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Cope with hope

The Calcutta-based psychotherapist and counsellor recounts her experience as a Covid-19 survivor
Sanjay’s angelic Covid warriors

Minu Budhia   |     |   Published 26.09.20, 05:39 PM

It was a rude shock. May be it shouldn’t have been, but it was. Even after all the precautions, safety measures and sanitisation, Covid-19 had invaded our home. And it was not just me that it held ransom. My husband Sanjay, my father-in-law, my mother-in-law — all began showing symptoms, and then it was like a flick of fate’s finger playing dominoes.

By sharing some snippets from our journey, right from diagnosis to recovery, I’m hoping to not only give you a peek into the mind and heart of a Covid survivor, but also some tips and coping mechanisms to ride this out, should you happen to test positive too.

Unfolding…

Once we tested positive, we had to quarantine ourselves in our rooms to avoid any contact, and thus began a strange couple of weeks for a whole family living under one roof, with no face-to-face contact at all. One of the hardest parts of this forced separation was not meeting my younger daughter Prachi. A special child, she wondered why suddenly she was no longer allowed into her mom and dad’s room. We video-called multiple times a day. During this time, my elder daughter Preeyam was our pillar of strength at every moment. With voice notes about work and everything else under the sun, she had an infectious positive outlook, and kept our spirits high.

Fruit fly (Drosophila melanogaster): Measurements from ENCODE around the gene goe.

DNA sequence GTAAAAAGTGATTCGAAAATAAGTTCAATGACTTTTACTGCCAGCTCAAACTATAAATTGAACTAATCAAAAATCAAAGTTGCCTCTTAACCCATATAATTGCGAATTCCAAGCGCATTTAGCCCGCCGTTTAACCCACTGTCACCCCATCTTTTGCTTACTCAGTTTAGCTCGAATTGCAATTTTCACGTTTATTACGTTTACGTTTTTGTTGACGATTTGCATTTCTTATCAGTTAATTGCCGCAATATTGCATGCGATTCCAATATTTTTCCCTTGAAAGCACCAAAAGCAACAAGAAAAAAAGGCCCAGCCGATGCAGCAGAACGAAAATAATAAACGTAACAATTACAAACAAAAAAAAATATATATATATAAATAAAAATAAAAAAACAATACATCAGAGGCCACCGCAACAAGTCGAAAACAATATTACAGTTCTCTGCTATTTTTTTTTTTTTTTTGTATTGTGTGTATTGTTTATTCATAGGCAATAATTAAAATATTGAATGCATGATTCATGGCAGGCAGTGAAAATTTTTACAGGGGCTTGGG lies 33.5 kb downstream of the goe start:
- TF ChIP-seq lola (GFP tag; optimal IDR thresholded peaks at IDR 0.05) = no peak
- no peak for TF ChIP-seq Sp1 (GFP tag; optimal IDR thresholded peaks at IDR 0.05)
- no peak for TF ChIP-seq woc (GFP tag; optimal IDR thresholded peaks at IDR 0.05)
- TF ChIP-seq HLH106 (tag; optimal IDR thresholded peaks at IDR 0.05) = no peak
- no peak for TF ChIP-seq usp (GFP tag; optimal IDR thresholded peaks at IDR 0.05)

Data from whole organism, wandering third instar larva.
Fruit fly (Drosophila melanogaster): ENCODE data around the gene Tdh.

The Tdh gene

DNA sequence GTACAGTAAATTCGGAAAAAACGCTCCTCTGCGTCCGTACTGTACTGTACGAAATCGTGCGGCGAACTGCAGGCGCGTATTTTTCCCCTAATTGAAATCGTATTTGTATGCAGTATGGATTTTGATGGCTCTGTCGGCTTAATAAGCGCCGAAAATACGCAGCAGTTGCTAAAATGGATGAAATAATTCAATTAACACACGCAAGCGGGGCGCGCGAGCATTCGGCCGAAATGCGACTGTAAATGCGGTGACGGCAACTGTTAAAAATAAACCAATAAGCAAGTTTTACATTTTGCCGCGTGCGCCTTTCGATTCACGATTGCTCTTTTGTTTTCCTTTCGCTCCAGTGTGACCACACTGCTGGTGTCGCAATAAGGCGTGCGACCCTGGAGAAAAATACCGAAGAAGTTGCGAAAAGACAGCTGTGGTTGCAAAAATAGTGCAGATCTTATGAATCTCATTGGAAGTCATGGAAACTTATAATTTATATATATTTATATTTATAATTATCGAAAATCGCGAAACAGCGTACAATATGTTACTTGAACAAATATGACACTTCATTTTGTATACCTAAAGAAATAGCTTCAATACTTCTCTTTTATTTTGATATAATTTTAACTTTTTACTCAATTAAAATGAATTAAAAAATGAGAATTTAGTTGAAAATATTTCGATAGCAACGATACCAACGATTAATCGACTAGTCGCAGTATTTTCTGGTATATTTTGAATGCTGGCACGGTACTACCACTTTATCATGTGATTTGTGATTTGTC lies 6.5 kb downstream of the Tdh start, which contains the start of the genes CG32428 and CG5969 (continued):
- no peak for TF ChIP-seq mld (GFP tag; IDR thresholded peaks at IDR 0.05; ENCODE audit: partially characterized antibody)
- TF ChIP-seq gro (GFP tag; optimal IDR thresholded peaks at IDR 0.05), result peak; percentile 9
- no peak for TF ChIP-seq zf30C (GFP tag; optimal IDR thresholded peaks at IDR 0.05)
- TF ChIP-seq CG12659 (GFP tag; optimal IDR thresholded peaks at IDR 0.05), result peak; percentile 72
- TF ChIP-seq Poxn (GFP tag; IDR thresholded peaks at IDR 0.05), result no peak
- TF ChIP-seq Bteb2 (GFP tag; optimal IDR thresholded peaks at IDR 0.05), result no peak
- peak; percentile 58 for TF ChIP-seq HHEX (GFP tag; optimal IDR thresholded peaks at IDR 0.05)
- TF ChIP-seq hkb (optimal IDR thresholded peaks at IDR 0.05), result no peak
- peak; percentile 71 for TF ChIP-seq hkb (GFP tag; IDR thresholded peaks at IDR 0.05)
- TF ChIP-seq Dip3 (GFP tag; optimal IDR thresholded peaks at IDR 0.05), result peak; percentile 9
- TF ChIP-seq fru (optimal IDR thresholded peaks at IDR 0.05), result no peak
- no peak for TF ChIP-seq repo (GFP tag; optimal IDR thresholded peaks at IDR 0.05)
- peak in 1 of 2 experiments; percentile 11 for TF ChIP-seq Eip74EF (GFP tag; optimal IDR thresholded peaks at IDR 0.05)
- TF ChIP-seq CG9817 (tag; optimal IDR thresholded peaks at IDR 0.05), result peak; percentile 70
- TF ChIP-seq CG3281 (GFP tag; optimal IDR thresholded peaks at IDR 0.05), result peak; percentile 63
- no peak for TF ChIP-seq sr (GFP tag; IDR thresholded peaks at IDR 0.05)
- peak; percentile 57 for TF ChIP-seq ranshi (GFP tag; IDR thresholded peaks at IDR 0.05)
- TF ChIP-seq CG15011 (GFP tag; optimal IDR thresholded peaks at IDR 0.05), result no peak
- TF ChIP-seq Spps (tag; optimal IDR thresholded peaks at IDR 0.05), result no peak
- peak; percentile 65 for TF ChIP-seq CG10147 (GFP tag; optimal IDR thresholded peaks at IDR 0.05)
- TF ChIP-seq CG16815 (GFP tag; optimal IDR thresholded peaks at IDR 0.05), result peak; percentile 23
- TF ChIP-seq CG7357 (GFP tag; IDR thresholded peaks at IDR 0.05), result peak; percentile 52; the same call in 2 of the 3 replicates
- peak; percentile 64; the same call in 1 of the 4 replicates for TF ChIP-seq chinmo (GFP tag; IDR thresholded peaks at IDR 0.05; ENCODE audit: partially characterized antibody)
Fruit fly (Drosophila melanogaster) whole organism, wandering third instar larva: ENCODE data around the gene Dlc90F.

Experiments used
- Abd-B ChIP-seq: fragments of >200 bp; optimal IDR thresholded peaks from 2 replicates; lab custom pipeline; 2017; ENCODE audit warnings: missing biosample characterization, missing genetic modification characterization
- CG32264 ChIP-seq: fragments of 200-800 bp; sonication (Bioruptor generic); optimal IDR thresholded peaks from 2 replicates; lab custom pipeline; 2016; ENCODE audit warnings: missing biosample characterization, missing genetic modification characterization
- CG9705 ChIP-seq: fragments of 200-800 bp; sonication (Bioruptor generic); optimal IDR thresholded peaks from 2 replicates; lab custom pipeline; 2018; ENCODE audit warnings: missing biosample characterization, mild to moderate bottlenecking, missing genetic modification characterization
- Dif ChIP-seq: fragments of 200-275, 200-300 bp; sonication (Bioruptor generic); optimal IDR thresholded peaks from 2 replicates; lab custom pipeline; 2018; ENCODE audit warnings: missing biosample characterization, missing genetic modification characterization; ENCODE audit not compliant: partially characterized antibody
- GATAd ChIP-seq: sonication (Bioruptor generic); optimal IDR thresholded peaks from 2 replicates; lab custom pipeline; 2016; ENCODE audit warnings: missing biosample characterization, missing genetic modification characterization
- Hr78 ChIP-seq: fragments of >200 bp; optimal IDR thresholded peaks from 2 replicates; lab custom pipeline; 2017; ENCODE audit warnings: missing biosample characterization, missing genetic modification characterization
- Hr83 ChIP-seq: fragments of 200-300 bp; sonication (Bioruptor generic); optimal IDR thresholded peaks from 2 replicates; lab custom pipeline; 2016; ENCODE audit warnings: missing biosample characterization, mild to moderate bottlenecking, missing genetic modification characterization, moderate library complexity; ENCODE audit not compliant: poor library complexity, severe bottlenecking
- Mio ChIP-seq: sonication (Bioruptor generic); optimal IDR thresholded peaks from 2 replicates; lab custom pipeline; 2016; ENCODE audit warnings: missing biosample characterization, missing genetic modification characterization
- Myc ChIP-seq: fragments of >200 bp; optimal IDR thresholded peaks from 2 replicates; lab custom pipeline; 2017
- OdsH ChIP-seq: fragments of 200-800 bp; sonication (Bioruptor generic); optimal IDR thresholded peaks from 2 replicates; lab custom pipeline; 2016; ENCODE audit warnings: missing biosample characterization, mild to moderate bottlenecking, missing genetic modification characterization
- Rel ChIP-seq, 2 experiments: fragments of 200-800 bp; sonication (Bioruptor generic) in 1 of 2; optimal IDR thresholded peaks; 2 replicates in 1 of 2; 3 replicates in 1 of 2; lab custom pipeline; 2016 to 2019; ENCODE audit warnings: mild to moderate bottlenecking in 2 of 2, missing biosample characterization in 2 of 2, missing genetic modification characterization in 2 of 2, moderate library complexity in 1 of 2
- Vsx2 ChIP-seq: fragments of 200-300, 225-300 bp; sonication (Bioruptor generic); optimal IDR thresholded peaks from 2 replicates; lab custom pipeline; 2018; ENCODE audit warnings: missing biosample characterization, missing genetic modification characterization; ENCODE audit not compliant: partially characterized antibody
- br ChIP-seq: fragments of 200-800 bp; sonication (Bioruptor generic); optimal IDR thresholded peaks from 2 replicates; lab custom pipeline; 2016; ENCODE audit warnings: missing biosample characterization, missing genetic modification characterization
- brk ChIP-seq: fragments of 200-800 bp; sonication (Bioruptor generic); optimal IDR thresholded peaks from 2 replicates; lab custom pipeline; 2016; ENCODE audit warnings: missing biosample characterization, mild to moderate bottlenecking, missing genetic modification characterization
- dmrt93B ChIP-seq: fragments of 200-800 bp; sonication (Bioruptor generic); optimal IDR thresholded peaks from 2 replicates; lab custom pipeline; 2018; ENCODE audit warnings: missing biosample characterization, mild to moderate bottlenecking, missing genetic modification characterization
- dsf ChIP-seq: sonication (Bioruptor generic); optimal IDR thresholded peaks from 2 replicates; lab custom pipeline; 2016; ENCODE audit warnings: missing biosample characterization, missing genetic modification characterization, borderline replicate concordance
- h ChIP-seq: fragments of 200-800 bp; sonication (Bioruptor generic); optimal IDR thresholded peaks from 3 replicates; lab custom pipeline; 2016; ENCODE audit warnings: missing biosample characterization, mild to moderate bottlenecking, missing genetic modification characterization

One of our chauffeurs had been feverish for a while and he hadn’t disclosed his symptoms out of fear. Upon getting to know, we had him and the whole household tested. Most of our staff were asymptomatic and only one of them had to be hospitalised. The rest were all sent to a quarantine centre to rest and recover. In such situations, you cannot be casual or indifferent. Any slip here or there can potentially infect and affect other family members, support staff, office colleagues, and anyone you come in contact with.

By God’s grace, both my father-in-law and mother-in-law had a mild form of Covid-19. My father-in-law was diagnosed at the same time as I was, and my mother-in-law a week after that. Keeping their age in mind, both of them were admitted to the hospital as a precautionary measure and, thankfully, they fought this period quick and well.

Sanjay had a moderate form of the virus and the doctor recommended hospitalisation. He was released from the hospital on the 16th day and was in isolation in our own room for another seven days.

A home inside my room

I came down with minor fever and sore throat and tested positive. I was confined to my room, completely isolated for 17 days and did not need hospitalisation. I had nausea for seven days, and this seemed to be a new symptom in Covid patients. In terms of medication, I was prescribed anti-nausea medicine, Zincovit, paracetamol as SOS and Vitamin C. Apart from supervising the household and checking in at work remotely, I set up a schedule to deal with this temporary new normal.

The first step was creating a home inside my room. Since I now had to do everything on my own — dusting, mopping, cleaning, washing, laundry, and more — we had tools for these left outside our doors. This included a Magic Mop, cleaning solutions, dusting cloths, liquid dish soap, liquid laundry soap and toilet cleaning materials. The two most important items, however, were two contactless foot-operated bins — one for inside the room, one kept right outside the room — and garbage bags to line the bins. Food used to be served in disposables and kept outside the room on a table. Whatever couldn’t be consumed was disposed to ensure no contamination via contact.